NEW DELHI: He stood metres from the tomb of his mother, a two-time prime minister killed exactly five years ago, and that of his grandfather, a prime minister and president ousted in a military coup and hanged by a dictator, and told the huge crowd in front of the white-domed mausoleum that there were ''two powers'' in his homeland, ''those on the right path and those on the path of lies''.
On Thursday, Bilawal Bhutto Zardari, the 24-year-old only son of Benazir Bhutto and heir to one of the most controversial political dynasties in the world, made his formal debut in the lethal world of Pakistani politics at a small village that is his family's ancestral home in the south of the country. ''Bilawal has arrived. This was a huge step. It was make or break for him,'' said Nadeem Paracha, a well-known columnist with Dawn newspaper, after the speech.
Less than three years ago, Mr Bhutto Zardari was studying history and politics at Oxford. Now he is probably the most high-profile target in a country hit by wave after wave of extremist violence.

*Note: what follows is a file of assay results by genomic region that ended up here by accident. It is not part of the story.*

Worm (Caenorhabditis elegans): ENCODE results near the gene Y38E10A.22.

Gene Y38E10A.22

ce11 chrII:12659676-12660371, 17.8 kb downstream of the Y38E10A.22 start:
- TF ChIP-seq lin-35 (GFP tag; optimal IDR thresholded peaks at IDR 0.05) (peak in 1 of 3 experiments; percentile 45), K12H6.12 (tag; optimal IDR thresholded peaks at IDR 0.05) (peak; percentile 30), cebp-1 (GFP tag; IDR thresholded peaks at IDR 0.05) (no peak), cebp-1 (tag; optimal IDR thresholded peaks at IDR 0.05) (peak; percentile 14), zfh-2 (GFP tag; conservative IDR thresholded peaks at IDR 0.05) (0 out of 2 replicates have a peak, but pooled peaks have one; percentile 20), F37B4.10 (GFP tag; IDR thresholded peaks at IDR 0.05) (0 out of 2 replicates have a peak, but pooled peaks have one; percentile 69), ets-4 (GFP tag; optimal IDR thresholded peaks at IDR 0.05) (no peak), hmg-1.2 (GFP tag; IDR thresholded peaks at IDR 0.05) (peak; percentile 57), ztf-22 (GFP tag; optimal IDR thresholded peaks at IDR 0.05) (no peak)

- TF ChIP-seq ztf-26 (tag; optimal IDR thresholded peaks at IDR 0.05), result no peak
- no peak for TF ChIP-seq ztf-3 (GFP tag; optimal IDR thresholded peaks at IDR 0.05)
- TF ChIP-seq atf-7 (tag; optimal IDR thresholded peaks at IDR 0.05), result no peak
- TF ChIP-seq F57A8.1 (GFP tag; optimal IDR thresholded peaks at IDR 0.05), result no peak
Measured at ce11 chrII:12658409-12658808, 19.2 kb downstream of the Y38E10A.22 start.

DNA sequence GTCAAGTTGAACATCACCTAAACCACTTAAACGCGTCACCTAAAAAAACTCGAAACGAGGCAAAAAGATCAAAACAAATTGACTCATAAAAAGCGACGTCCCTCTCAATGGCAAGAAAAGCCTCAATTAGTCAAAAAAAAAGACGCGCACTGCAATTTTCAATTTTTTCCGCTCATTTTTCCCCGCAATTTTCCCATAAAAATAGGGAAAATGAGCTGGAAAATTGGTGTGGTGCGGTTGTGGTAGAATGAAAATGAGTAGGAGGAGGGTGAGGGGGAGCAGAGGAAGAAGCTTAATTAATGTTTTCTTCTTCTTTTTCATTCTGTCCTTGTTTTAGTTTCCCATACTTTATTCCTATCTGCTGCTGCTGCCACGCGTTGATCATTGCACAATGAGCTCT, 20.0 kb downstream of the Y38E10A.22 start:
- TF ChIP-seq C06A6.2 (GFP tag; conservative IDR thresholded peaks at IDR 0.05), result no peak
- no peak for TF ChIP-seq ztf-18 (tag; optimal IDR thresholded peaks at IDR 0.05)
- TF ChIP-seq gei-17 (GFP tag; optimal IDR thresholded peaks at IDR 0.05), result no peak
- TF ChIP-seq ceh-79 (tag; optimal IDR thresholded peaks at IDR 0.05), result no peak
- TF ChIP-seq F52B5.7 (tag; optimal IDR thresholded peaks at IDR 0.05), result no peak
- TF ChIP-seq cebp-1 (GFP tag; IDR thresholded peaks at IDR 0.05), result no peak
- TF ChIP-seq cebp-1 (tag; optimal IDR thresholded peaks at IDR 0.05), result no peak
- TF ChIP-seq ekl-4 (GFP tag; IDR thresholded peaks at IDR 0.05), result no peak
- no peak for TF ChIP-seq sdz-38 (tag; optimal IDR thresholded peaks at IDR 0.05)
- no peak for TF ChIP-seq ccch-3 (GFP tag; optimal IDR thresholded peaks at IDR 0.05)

He spoke of the sacrifices made by members of his family, workers of the Pakistan People's Party, and others such as Shiite Muslims shot dead in sectarian violence and Malala Yousafzai, the schoolgirl activist who was shot and badly injured by militants in October and is recovering in a British hospital.
''If one Malala will be killed, thousands will replace her. One Benazir was killed; thousands have replaced her,'' he told the crowds.
Observers noted that Mr Bhutto Zardari's use of Urdu, the language which he has had to hastily learn since his return to Pakistan, was, if still accented, much improved.
''He does not believe in being the anointed prince. He wants to earn the respect of the party workers and of the people of Pakistan,'' said Farahnaz Ispahani, a former PPP member of parliament and confidant of the Bhutto family. More than 5000 police had been deployed to protect the event. Helicopters hovered overhead.
Parliamentary elections due this northern spring are likely to test the ruling PPP-led coalition, hit by rising prices for food, violence, anger at endemic graft and a power crisis that brings daily electricity cuts.
Mr Bhutto Zardari's father, Asif Ali Zardari, has been the President of Pakistan since 2008. Mr Zardari has been described as a ''transitional leader'' for the PPP.
One analyst, Cyril Almeida, said although Mr Bhutto Zardari's courage was unquestionable, it was less certain that a political novice could ''solve the problems faced by the country … whatever his last name''.
Guardian News & Media